Prokofiev: Semyon Kotko

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COMPOSERS: Prokofiev
LABELS: Chandos Historical
WORKS: Semyon Kotko
PERFORMER: Soloists; USSR RSO & Choir/Mikhail Zhukov
CATALOGUE NO: CHAN 10053(3) ADD Reissue (1960)
At first glance this looked like a foolhardy decision on Chandos’s part; having filled a gap in the market with a vivid, if much cut-about Melodiya recording of Prokofiev’s second Soviet opera, The Story of a Real Man, the company now gives us another of his first, Semyon Kotko, when Gergiev’s Philips version seems to have said all that’s worth saying on the subject. I only knew this 1960 specimen, marshalled by Mikhail Zhukov who conducted the 1940 premiere, through a poor LP pressing, and found it eminently listenable-to for the first time on CD. True, the orchestra retreats into another room for the louder swathes of the opera, including the crucial fire-finale of Act III – one of Prokofiev’s most vivid operatic ensembles – and the voices are very close-miked. Zhukov’s pacing, while not entirely limp, verges on the turgid compared to Gergiev’s, and the overall length poses problems of act-distribution across three CDs (the Philips recording splits the five acts neatly between two discs).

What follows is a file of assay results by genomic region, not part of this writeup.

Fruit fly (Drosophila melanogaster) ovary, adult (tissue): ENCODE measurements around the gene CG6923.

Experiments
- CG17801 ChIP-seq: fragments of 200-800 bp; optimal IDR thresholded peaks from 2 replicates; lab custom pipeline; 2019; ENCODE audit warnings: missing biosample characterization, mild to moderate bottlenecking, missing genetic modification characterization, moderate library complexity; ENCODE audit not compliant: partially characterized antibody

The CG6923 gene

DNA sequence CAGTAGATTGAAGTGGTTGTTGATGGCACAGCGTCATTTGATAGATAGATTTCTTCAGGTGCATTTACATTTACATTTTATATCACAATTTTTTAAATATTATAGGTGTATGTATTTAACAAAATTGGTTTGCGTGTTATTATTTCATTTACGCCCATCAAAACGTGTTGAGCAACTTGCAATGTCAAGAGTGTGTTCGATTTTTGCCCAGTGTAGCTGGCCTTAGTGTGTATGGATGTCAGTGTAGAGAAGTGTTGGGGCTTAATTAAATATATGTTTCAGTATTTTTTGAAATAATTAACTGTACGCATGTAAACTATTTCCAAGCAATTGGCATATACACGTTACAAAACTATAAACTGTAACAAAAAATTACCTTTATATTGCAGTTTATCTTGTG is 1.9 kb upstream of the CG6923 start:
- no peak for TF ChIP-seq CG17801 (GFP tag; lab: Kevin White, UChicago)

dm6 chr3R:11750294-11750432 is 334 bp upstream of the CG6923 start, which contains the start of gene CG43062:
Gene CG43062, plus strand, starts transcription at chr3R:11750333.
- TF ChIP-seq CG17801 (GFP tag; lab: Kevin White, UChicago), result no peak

However, one essential quality remains for Prokofiev’s vivid mixture of song and narrative as he tells an individual story about the post-war chaos in the Ukraine: the ensemble spirit, reminding us that Gergiev’s Mariinsky has not always had the monopoly on casting from strength right across the board. Only N Gres’s protagonist (Chandos has not been able to establish the cast’s first names) stands out of line, with the necessary heroic-tenor strengths but virtually no dramatic light and shade (when he finally sings a phrase piano in Act IV, one nearly faints with surprise). The other singers convey the nuances of the text – the likeable mixture of speech-melody and arioso – very compellingly. If this is by no means an essential issue, it does at least make a good case for Prokofiev’s sheer individuality for at least three-quarters of his striking, if inevitably flawed, Soviet project. David Nice